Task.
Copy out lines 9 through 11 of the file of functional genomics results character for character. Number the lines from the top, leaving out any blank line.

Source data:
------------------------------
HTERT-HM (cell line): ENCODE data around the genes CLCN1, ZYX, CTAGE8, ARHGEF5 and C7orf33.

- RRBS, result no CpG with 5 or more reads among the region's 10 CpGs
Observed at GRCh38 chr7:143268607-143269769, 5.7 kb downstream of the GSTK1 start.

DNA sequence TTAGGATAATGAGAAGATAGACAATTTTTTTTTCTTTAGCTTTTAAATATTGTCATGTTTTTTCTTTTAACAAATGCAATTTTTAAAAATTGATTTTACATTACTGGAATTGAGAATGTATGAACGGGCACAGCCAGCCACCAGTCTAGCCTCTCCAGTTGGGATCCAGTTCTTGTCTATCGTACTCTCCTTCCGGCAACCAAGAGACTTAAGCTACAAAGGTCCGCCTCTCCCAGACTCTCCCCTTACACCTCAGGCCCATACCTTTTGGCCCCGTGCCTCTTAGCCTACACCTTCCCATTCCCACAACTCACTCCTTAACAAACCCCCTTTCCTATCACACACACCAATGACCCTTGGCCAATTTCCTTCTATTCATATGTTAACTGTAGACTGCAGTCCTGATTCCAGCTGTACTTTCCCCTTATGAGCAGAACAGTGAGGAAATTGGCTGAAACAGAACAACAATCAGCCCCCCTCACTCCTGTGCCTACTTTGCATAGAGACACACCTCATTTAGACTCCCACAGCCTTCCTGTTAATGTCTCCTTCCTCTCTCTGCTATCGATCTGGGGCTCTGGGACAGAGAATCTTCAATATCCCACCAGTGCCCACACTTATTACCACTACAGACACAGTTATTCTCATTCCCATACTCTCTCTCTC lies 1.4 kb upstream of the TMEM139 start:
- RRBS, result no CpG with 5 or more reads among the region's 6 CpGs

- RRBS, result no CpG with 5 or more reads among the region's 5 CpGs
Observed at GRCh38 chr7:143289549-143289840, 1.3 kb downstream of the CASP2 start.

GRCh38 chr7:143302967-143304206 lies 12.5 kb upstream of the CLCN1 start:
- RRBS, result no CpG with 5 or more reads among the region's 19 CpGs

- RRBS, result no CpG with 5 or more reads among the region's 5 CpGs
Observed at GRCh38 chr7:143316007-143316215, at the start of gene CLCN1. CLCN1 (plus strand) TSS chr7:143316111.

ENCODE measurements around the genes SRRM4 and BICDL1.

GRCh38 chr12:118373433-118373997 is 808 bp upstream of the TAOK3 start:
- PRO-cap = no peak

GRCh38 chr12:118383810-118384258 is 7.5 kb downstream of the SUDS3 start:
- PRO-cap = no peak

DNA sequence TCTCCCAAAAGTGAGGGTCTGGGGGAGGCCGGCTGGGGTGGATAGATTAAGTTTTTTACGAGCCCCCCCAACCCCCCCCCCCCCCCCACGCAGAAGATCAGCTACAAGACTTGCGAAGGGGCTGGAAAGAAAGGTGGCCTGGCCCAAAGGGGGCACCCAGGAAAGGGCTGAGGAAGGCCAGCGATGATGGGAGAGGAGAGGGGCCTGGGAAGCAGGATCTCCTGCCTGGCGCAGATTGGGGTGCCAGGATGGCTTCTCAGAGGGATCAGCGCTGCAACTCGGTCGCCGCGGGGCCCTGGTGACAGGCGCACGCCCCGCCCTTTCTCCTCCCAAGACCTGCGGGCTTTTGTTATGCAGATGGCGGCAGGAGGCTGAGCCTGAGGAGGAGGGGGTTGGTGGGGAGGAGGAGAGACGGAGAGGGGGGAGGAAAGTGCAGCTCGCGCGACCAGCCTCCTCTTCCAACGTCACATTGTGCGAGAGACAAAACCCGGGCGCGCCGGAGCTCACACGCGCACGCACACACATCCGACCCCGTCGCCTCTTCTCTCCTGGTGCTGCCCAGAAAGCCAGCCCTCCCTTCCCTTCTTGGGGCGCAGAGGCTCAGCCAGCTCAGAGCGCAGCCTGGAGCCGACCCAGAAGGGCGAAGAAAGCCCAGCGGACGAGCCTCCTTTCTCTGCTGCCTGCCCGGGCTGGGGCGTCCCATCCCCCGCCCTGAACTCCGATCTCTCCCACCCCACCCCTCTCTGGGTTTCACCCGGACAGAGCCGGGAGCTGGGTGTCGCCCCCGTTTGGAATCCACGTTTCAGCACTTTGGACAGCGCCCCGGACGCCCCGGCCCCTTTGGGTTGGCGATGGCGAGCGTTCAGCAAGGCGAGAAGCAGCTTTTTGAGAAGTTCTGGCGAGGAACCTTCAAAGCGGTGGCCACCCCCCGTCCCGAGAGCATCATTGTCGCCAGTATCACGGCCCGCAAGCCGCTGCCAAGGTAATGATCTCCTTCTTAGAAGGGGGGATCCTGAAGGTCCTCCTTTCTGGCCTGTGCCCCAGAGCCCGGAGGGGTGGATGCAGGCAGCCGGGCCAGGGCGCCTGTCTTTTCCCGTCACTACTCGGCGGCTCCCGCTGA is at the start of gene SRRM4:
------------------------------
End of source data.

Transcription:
- RRBS, result no CpG with 5 or more reads among the region's 19 CpGs

- RRBS, result no CpG with 5 or more reads among the region's 5 CpGs
Observed at GRCh38 chr7:143316007-143316215, at the start of gene CLCN1. CLCN1 (plus strand) TSS chr7:143316111.